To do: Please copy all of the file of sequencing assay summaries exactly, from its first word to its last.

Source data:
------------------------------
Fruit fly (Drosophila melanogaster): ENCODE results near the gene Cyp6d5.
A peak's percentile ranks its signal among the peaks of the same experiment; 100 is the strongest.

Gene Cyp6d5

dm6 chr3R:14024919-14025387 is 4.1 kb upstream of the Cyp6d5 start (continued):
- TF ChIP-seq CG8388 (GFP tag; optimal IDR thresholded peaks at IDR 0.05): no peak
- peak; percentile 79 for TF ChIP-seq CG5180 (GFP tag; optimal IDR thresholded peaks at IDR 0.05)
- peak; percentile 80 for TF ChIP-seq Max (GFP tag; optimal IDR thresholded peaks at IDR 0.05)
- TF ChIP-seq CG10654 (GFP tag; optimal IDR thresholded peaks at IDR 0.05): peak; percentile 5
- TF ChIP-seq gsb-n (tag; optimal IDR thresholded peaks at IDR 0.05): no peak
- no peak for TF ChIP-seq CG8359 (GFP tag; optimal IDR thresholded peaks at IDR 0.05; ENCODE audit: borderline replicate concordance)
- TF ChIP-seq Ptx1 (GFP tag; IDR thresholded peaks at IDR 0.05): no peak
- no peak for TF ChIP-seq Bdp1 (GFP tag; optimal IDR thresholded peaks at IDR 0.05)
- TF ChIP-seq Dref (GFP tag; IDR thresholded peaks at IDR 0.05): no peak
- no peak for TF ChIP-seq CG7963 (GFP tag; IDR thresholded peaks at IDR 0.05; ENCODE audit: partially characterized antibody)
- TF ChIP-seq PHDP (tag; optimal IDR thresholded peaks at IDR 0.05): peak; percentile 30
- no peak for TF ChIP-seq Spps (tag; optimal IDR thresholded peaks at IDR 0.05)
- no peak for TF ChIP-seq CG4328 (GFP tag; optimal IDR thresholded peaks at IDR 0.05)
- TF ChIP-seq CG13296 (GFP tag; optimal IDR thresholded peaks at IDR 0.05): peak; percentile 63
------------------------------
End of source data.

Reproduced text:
Fruit fly (Drosophila melanogaster): ENCODE results near the gene Cyp6d5.
A peak's percentile ranks its signal among the peaks of the same experiment; 100 is the strongest.

Gene Cyp6d5

dm6 chr3R:14024919-14025387 is 4.1 kb upstream of the Cyp6d5 start (continued):
- TF ChIP-seq CG8388 (GFP tag; optimal IDR thresholded peaks at IDR 0.05): no peak
- peak; percentile 79 for TF ChIP-seq CG5180 (GFP tag; optimal IDR thresholded peaks at IDR 0.05)
- peak; percentile 80 for TF ChIP-seq Max (GFP tag; optimal IDR thresholded peaks at IDR 0.05)
- TF ChIP-seq CG10654 (GFP tag; optimal IDR thresholded peaks at IDR 0.05): peak; percentile 5
- TF ChIP-seq gsb-n (tag; optimal IDR thresholded peaks at IDR 0.05): no peak
- no peak for TF ChIP-seq CG8359 (GFP tag; optimal IDR thresholded peaks at IDR 0.05; ENCODE audit: borderline replicate concordance)
- TF ChIP-seq Ptx1 (GFP tag; IDR thresholded peaks at IDR 0.05): no peak
- no peak for TF ChIP-seq Bdp1 (GFP tag; optimal IDR thresholded peaks at IDR 0.05)
- TF ChIP-seq Dref (GFP tag; IDR thresholded peaks at IDR 0.05): no peak
- no peak for TF ChIP-seq CG7963 (GFP tag; IDR thresholded peaks at IDR 0.05; ENCODE audit: partially characterized antibody)
- TF ChIP-seq PHDP (tag; optimal IDR thresholded peaks at IDR 0.05): peak; percentile 30
- no peak for TF ChIP-seq Spps (tag; optimal IDR thresholded peaks at IDR 0.05)
- no peak for TF ChIP-seq CG4328 (GFP tag; optimal IDR thresholded peaks at IDR 0.05)
- TF ChIP-seq CG13296 (GFP tag; optimal IDR thresholded peaks at IDR 0.05): peak; percentile 63